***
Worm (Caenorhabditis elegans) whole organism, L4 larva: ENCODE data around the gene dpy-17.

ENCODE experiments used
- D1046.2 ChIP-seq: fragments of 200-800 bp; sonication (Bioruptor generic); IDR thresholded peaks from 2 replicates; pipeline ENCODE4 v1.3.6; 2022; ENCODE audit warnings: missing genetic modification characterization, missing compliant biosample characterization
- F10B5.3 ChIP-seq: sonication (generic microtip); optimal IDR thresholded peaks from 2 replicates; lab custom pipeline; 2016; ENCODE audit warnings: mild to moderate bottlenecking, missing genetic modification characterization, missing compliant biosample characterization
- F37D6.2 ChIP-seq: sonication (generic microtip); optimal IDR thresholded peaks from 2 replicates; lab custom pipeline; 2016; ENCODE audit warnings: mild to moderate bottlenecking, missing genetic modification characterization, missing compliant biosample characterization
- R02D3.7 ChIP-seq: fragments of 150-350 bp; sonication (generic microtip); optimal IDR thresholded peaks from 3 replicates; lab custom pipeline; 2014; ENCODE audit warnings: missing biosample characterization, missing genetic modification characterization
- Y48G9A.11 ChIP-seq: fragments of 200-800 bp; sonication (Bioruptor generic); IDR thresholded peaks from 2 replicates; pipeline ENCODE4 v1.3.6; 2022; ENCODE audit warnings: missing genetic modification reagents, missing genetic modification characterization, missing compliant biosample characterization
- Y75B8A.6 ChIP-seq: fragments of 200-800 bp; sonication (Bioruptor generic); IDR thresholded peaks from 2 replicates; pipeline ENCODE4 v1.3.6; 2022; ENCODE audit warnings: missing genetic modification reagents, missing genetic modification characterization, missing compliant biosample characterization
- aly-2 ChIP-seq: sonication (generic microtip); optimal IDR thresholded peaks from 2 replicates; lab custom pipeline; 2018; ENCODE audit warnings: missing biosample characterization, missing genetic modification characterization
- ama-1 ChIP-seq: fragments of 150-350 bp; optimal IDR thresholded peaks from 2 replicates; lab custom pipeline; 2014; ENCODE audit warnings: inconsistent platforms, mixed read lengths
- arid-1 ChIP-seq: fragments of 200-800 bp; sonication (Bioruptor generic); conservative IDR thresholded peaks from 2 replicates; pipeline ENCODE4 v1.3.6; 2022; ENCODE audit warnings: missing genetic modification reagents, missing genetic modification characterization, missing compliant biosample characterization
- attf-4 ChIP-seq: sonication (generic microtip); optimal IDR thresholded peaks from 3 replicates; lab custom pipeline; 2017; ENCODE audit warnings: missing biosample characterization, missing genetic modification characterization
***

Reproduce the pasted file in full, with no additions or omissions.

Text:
Worm (Caenorhabditis elegans) whole organism, L4 larva: ENCODE data around the gene dpy-17.

ENCODE experiments used
- D1046.2 ChIP-seq: fragments of 200-800 bp; sonication (Bioruptor generic); IDR thresholded peaks from 2 replicates; pipeline ENCODE4 v1.3.6; 2022; ENCODE audit warnings: missing genetic modification characterization, missing compliant biosample characterization
- F10B5.3 ChIP-seq: sonication (generic microtip); optimal IDR thresholded peaks from 2 replicates; lab custom pipeline; 2016; ENCODE audit warnings: mild to moderate bottlenecking, missing genetic modification characterization, missing compliant biosample characterization
- F37D6.2 ChIP-seq: sonication (generic microtip); optimal IDR thresholded peaks from 2 replicates; lab custom pipeline; 2016; ENCODE audit warnings: mild to moderate bottlenecking, missing genetic modification characterization, missing compliant biosample characterization
- R02D3.7 ChIP-seq: fragments of 150-350 bp; sonication (generic microtip); optimal IDR thresholded peaks from 3 replicates; lab custom pipeline; 2014; ENCODE audit warnings: missing biosample characterization, missing genetic modification characterization
- Y48G9A.11 ChIP-seq: fragments of 200-800 bp; sonication (Bioruptor generic); IDR thresholded peaks from 2 replicates; pipeline ENCODE4 v1.3.6; 2022; ENCODE audit warnings: missing genetic modification reagents, missing genetic modification characterization, missing compliant biosample characterization
- Y75B8A.6 ChIP-seq: fragments of 200-800 bp; sonication (Bioruptor generic); IDR thresholded peaks from 2 replicates; pipeline ENCODE4 v1.3.6; 2022; ENCODE audit warnings: missing genetic modification reagents, missing genetic modification characterization, missing compliant biosample characterization
- aly-2 ChIP-seq: sonication (generic microtip); optimal IDR thresholded peaks from 2 replicates; lab custom pipeline; 2018; ENCODE audit warnings: missing biosample characterization, missing genetic modification characterization
- ama-1 ChIP-seq: fragments of 150-350 bp; optimal IDR thresholded peaks from 2 replicates; lab custom pipeline; 2014; ENCODE audit warnings: inconsistent platforms, mixed read lengths
- arid-1 ChIP-seq: fragments of 200-800 bp; sonication (Bioruptor generic); conservative IDR thresholded peaks from 2 replicates; pipeline ENCODE4 v1.3.6; 2022; ENCODE audit warnings: missing genetic modification reagents, missing genetic modification characterization, missing compliant biosample characterization
- attf-4 ChIP-seq: sonication (generic microtip); optimal IDR thresholded peaks from 3 replicates; lab custom pipeline; 2017; ENCODE audit warnings: missing biosample characterization, missing genetic modification characterization